1

I'm trying to generate the following, which took about 60 seconds in my favourite vector-drawing too, but I'd like some advice on how to render the same thing using tikz:

enter image description here

I've cobbled together a MWE (below) using tikz-picture, which 'works' (more or less', but feels like a 'kludge'. Basically, I use a 'fake second row' in a matrix of nodes (to let me draw the curved path leaving from ~middle of the path connecting N1 and N2), and a 'fake' empty node in the middle of the path connecting N1 and N2. The issue I've struggled with is -- how to draw a path from the middle of another path? I've convinced myself (perhaps in error), that you can only run a path from one node to another node. Hence, the use of 'fake, empty' nodes to get there from here.

Is there a more elegant way to handle this sort of thing? For some of my work, this kind of diagram shows up a lot, and it would be nice to work from a more general, robust approach than a bespoke kludge for each case.

Here is the MWE:

 \documentclass{article}

 \usepackage{tikz}
    \usetikzlibrary{decorations,shapes,arrows,matrix,positioning,fit,arrows.meta}

 \usepackage{graphicx}
 \usepackage{float}

 \usepackage{pgfplots}

 \begin{document}

 \textbf{phantom node \& phantom second row trick}

 \begin{figure}[h]
 \centering
   \rule[-1.85cm]{0pt}{3.5cm}
   \begin{tikzpicture}[>=stealth,->,shorten >=1.5pt,transform canvas={scale=1.05},line 
 width=1.0pt]
   \matrix (a) [matrix of nodes,row sep=0.5em, column sep=8em, every node/.style=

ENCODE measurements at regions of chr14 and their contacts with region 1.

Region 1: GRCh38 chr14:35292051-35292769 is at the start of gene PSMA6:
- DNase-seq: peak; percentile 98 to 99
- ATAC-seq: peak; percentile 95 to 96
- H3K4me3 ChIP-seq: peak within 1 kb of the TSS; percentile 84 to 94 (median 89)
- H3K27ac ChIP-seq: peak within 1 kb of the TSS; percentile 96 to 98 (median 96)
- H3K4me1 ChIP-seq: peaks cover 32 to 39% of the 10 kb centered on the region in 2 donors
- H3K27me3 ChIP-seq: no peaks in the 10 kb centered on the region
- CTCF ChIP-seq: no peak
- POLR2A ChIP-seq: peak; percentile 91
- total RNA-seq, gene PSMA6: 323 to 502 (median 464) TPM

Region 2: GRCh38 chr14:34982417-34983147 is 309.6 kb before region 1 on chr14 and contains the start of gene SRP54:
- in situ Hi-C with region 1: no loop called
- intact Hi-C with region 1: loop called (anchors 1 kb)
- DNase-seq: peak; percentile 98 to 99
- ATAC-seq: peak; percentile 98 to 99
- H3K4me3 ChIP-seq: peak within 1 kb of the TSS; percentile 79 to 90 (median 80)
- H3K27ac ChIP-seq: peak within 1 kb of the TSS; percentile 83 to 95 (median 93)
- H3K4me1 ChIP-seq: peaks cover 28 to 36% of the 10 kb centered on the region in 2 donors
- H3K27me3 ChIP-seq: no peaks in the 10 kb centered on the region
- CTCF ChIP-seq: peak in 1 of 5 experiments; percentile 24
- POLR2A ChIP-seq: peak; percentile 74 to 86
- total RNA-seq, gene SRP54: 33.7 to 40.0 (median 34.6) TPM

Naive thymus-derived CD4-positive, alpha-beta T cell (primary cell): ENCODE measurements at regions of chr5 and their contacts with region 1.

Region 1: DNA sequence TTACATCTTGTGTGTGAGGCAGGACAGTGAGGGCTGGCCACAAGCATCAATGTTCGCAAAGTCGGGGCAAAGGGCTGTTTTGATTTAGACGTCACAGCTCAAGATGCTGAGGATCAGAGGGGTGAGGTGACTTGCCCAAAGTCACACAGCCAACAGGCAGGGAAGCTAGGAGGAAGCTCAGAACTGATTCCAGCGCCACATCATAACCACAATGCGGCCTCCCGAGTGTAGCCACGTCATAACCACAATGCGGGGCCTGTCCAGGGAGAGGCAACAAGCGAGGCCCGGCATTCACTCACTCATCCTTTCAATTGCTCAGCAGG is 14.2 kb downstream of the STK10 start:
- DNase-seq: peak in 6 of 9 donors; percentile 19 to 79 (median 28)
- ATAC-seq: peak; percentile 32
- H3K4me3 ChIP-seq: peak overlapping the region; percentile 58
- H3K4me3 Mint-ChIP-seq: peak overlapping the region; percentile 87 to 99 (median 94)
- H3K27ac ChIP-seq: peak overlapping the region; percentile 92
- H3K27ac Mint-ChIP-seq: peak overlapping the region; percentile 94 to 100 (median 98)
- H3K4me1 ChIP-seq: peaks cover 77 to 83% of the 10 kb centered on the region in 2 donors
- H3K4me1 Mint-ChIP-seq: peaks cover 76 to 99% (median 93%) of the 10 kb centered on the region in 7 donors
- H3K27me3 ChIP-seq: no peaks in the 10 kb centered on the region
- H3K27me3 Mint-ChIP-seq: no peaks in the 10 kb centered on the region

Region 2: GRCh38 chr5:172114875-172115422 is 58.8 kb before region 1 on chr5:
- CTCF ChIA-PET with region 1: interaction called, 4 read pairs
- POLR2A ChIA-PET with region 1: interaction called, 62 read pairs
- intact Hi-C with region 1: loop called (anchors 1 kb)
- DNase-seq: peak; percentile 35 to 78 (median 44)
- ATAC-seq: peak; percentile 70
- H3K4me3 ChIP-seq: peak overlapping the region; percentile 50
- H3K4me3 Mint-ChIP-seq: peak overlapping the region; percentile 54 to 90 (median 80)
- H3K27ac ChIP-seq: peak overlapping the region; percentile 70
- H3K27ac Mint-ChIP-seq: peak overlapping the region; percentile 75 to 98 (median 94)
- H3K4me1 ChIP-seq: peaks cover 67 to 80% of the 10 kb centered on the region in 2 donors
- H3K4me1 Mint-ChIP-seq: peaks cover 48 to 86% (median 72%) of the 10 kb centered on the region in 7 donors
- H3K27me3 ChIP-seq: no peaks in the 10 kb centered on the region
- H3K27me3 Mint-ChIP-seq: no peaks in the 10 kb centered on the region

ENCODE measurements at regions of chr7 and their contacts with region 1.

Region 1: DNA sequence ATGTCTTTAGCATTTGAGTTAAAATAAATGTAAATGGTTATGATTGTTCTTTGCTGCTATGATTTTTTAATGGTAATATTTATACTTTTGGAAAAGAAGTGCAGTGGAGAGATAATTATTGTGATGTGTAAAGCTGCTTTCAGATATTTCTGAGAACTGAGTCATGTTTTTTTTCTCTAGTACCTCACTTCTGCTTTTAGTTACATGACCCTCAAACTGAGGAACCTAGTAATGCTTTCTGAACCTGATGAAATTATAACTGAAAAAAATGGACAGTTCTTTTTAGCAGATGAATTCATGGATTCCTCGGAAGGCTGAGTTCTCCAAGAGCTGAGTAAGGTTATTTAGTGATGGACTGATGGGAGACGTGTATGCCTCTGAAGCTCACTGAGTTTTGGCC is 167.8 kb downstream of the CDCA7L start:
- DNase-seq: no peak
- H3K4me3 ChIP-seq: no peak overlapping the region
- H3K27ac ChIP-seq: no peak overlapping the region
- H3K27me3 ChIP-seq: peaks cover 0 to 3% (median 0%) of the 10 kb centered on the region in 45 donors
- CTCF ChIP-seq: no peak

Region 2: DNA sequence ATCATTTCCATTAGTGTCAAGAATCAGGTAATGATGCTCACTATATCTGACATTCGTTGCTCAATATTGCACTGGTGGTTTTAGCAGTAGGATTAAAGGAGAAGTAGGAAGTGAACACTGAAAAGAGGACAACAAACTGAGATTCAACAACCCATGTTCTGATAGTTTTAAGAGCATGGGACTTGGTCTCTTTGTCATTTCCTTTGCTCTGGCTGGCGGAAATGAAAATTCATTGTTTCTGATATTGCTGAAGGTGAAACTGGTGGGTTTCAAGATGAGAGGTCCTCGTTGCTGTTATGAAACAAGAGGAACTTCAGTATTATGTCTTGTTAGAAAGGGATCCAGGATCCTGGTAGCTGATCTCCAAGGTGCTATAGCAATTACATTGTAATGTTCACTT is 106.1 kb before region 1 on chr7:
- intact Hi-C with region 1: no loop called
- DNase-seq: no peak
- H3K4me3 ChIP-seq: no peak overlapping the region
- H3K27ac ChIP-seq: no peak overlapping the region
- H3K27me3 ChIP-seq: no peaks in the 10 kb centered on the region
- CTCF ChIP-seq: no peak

{circle,draw,font=\normalsize\sffamily,minimum width=1.25cm,anchor=center},
 n.node/.style={font=\bf\normalsize\sffamily},
 empty.node/.style={draw=none,align=left,minimum width=1.5cm},
 fake.node/.style={draw=none,align=left,minimum width=0.0cm}]
 { |[empty.node]| & [-2em]|[n.node]|$N_1$  & [-5em]|[fake.node]| & |[n.node]|$N_2$ & [-2em]| 
[empty.node]| \\
 |[empty.node]| & [-2em] |[empty.node]| & [-5em]|[fake.node]| & |[empty.node]| & [-2em]| 
[empty.node]| \\};]
 \path[>=stealth,font=\small] (a-1-2) edge node[above,near end] {$\epsilon g(N_1,N_2)$} (a-1-4);
 \path[>=stealth,font=\small] (a-1-2) edge node[below,near start] {$g(N_1,N_2)$} (a-1-4);
 \path[>=stealth,->,font=\small] (a-1-1) edge node [above] {$f(N_1)$} (a-1-2) ;
 \path[>=stealth,->,font=\small] (a-1-4) edge node [above] {$h(N_2)$} (a-1-5) ;
 \path[>=stealth,->,font=\small] (a-1-3) edge[out=0,in=100, bend left=22]  (a-2-4) ;
 \end{tikzpicture}
 \end{figure}

 \end{document}

3 Answers 3

2

You can set a coordinate on the segment between nodes and give it a name for later use. Default position is halfway, but you can adjust that with pos= the same as for nodes.

enter image description here

\documentclass{article}

\usepackage{tikz}

\begin{document}

\begin{tikzpicture}
\node[draw, circle](n1) at (0,0) {$N_1$};
\node[draw, circle](n2) at (4,0) {$N_2$};
\draw[-stealth] (n1)--coordinate[pos=.4](m)
    node[scale=.6, below, pos=.2]{$g(N_1,N_2)$}
    node[scale=.6, above, pos=.8]{$\varepsilon g(N_1,N_2)$}
    (n2);
\draw[-stealth] (m) to[out=0, in=135] ++(1,-.5);
\draw[-stealth](n2)--node[scale=.6, above]{$h(N_2)$}++(1.5,0);
\draw[stealth-](n1)--node[scale=.6, above]{$f(N_1)$}++(-1.5,0);

\end{tikzpicture}

\end{document}
1
  • Great -- a very nice and useful extension to the first suggested 'solution'. I tend to think of everything I draw as involving nodes and paths in a matrix, but I'm now thinking might be time to consider a different approach for some sorts of problems. Commented Feb 1, 2023 at 20:11
1

A solution using elementary tikz.

enter image description here

\documentclass{article}
\usepackage{tikz}
\usetikzlibrary{positioning}
\begin{document}
\begin{tikzpicture}[>=stealth,thick]
  \node[circle,draw](n1){$N_1$};
  \node[circle,draw,right=4 of n1](n2){$N_2$};
  \path[draw,<-]
     (n1) -- node[above]{\scriptsize$f(N_1)$} +(-2,0);
  \path[draw,->]
     (n1) -- node[below,pos=0.25]{\scriptsize$g(N_1,N_2)$}
             node[above,pos=0.75]{\scriptsize$\varepsilon g(N_1,N_2)$} (n2);
  \path[draw,->]
     (n2) -- node[above]{\scriptsize$h(N_2)$} +(2,0);
  \path[draw,->]
     (n1)+(1.5,0) .. controls +(1.5,0) and +(-0.4,0.3) .. +(3.5,-0.5);
\end{tikzpicture}
\end{document}
1